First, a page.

Category Management 2018 Update: A Guide for Government Contractors

May 16, 2018

In September 2016, I set off to explore unanswered questions regarding Category Management in our Category Management article series. Initial questions were:

1. What is Category Management?

2. What are the pitfalls and upswings of Category Management for Government contractors?

3. What does Category Management have to do with me the Business Development professional?

4. What impact is Category Management going to have on government contractors (small, mid, and large) and their strategy to successfully market and grow their business?

In my final post, in early 2017, I asked the question- “will this new Administration reject Category Management all together ?” – an outcome industry assumed was all but guaranteed. And as we have all learned with the Trump Administration, nothing is for certain and not only have they not given up on Category Management – they are doubling down.

SO WHERE IS CATEGORY MANAGEMENT NOW?

Category Management is alive and well and seems to be thriving. Since our last blog post, there has been a lot of movement in regards to the policy and implementation to Category Management. Here's what government contractors need to know:

New Identified Best-In-Class (BICs) Contracts

Since late 2017, GSA has added two (2) new BIC’s to its list of 30+ already identified contracts. The first being High-Tech Medical Equipment (HTME) which was designated in March 2018. The second, Enterprise Infrastructure Solutions (EIS), was just recently added in April 2018. Here are some details on the newbies:

Category Management 2018 Article. Figure 1FIGURE 1. NEW IDENTIFIED BEST-IN-CLASS CONTRACTS.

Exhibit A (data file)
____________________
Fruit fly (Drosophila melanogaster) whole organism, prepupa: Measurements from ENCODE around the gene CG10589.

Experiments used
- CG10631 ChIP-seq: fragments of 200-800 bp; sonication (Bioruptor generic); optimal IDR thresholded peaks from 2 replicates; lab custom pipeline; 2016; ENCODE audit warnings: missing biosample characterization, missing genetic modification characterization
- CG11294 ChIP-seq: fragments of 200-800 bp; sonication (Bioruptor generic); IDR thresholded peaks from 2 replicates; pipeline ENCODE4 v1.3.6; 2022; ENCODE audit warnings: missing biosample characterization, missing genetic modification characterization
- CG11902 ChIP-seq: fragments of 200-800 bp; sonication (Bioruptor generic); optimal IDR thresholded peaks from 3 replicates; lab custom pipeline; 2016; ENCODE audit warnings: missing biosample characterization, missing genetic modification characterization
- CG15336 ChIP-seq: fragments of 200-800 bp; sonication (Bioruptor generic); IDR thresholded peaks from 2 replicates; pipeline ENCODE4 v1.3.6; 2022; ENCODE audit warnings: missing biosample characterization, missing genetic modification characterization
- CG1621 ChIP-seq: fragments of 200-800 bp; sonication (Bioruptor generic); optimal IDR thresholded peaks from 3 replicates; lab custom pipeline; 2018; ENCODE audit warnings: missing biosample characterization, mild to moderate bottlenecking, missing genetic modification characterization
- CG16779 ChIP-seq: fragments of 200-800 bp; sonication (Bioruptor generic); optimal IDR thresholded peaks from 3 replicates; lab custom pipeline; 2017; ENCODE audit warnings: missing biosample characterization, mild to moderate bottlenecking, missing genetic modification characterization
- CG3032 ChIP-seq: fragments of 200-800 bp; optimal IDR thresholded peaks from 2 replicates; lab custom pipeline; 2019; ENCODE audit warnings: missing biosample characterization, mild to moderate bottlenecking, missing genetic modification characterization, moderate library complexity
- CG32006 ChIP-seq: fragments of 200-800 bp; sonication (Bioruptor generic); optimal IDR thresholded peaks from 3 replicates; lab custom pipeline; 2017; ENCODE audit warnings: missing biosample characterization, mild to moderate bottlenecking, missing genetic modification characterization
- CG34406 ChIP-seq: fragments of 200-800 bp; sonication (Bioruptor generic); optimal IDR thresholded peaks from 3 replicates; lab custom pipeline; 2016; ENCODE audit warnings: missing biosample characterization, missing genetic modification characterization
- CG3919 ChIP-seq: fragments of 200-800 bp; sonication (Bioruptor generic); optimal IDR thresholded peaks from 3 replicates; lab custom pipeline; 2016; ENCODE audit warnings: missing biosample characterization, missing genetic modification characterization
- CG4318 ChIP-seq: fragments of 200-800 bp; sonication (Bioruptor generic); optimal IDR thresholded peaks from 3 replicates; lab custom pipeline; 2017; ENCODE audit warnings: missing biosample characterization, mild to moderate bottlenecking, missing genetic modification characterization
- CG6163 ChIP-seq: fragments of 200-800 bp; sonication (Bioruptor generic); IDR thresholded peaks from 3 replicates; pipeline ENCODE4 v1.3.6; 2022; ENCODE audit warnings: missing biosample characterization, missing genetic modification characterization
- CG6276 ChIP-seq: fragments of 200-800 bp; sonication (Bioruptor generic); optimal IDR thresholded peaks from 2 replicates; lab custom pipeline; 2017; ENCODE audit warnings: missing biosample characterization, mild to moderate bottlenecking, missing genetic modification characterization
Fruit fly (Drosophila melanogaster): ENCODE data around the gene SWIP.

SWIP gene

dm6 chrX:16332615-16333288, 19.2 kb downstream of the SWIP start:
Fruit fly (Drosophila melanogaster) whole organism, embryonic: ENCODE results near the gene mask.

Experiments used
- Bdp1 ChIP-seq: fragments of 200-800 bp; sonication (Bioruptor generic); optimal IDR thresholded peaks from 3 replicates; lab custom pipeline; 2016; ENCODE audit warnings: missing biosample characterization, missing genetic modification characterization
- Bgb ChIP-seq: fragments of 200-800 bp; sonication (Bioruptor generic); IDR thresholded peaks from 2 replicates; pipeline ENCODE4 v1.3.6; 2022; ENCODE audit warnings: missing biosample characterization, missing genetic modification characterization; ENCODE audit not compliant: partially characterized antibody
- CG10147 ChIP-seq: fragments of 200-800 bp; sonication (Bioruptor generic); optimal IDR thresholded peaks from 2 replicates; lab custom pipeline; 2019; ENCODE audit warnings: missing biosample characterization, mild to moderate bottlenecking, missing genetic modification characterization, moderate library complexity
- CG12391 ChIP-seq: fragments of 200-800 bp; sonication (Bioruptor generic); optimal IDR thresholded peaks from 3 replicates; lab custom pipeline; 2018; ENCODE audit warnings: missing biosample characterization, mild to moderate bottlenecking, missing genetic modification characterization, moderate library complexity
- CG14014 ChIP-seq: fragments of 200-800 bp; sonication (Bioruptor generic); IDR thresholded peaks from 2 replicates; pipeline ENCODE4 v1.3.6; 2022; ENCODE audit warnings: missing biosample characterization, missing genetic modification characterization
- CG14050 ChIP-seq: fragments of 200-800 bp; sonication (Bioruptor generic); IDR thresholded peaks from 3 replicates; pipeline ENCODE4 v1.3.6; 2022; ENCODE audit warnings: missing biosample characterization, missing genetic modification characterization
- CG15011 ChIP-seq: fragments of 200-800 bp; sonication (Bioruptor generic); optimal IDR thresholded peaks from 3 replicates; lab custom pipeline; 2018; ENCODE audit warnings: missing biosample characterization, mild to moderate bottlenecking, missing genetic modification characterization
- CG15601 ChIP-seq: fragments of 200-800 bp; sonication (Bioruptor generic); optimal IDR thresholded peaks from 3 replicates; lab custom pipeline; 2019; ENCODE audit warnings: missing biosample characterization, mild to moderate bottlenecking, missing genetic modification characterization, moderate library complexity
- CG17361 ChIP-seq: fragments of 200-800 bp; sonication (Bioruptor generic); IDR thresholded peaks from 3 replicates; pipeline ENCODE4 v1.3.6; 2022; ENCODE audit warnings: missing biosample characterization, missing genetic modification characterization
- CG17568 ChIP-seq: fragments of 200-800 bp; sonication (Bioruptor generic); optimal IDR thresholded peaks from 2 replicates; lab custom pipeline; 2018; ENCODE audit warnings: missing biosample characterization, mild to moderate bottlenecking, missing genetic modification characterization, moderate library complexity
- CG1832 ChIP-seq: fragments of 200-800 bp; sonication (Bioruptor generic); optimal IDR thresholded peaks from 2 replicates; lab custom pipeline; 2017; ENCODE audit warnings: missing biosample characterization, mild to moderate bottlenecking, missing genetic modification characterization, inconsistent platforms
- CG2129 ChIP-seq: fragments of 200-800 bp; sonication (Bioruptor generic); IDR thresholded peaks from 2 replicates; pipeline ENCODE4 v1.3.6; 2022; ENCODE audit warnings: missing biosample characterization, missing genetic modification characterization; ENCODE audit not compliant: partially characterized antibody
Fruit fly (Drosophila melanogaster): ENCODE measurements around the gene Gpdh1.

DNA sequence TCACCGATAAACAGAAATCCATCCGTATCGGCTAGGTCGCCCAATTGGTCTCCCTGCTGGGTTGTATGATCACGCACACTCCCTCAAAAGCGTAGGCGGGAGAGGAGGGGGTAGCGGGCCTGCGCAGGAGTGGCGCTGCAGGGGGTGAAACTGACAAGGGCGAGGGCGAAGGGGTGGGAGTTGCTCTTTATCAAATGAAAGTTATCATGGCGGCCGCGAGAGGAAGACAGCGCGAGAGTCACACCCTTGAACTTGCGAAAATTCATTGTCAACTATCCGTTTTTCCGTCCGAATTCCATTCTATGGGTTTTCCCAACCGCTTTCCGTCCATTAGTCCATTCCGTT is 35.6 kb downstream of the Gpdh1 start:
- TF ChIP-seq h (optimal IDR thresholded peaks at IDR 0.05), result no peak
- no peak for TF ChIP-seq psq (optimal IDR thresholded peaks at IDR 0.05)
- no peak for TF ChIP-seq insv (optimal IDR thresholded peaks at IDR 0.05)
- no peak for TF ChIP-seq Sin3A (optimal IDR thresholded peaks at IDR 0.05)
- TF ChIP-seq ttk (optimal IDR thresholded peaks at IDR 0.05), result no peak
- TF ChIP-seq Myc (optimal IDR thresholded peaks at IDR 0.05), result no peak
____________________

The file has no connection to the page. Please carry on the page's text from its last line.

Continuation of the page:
The “BIC” title means the contract is officially preferred by OMB because it provides robust, pre-vetted solutions applicable across federal agencies, according to GSA. It also means that the contract also adheres to Category Management regulations.

Major Push for the Reduction of Duplicative Contracts by 2020

In the third version of the Category Management Strategic Plan, each OFPP Category Manager detailed their 2018 and 2019 goals for each of the ten (10) categories, including a 5% to 20% reduction in the number of contracts that serve each specific area.

Category Management-FY 18 KPI Summary TargetsFIGURE 2. CONTRACT DUPLICATION AND ELIMINATION GOALS (SOURCED FROM FEDERAL NEWS RADIO)

In summary, the aim is to eliminate 13% out of the 425,000 contracts under what OFPP calls “Tier 0” or duplicative or “unnecessary” contacts that they deem do not conform to category management principles. Lesley Field, the acting OFPP, stated that “Agencies are held accountable for meeting the targets for BIC and spend under management (SUM)” in an email to Federal News Radio – but no still details yet on how they will hold Agencies accountable.

President’s Management Agenda Supporting Category Management

The President’s 2018 Management Agenda aimed high with broad goals to include IT Modernization, reshaping of the Federal workforce, and reorganizing the Government. A majority of the agenda was a reiteration of what we have heard out of this Administration since day one as it covered 14 cross-agency priority (CAP) areas of transformation. One of these priority areas of transformation being Category Management.

Sitting at #7 on the CAP list, the Administration intends to leverage Category Management to continue to create common contracts so they can be leveraged to drive savings and efficiencies stating that “by 2020, the Government will achieve $18B in savings for taxpayers by applying category management principals […] [and] through best value contract solutions – to 60% of common spend”.

SEEN IMPACTS OF CATEGORY MANAGEMENT

The Government Contracting community, primarily Small Businesses, seem to be concerned over the speed of trajectory of Category Management and rightfully so. The main point of concern is the identified BIC’s which contain a majority of “large business-focused” vehicles with extended periods of performance and no opportunity to on-ramp. A Small Business Subcontracting Plan (SBSP) can only get you so far. Outside of Small Businesses, the Government Contracting community as a whole has already seen the consequences of the re-energized Category Management initiative with impacts such as: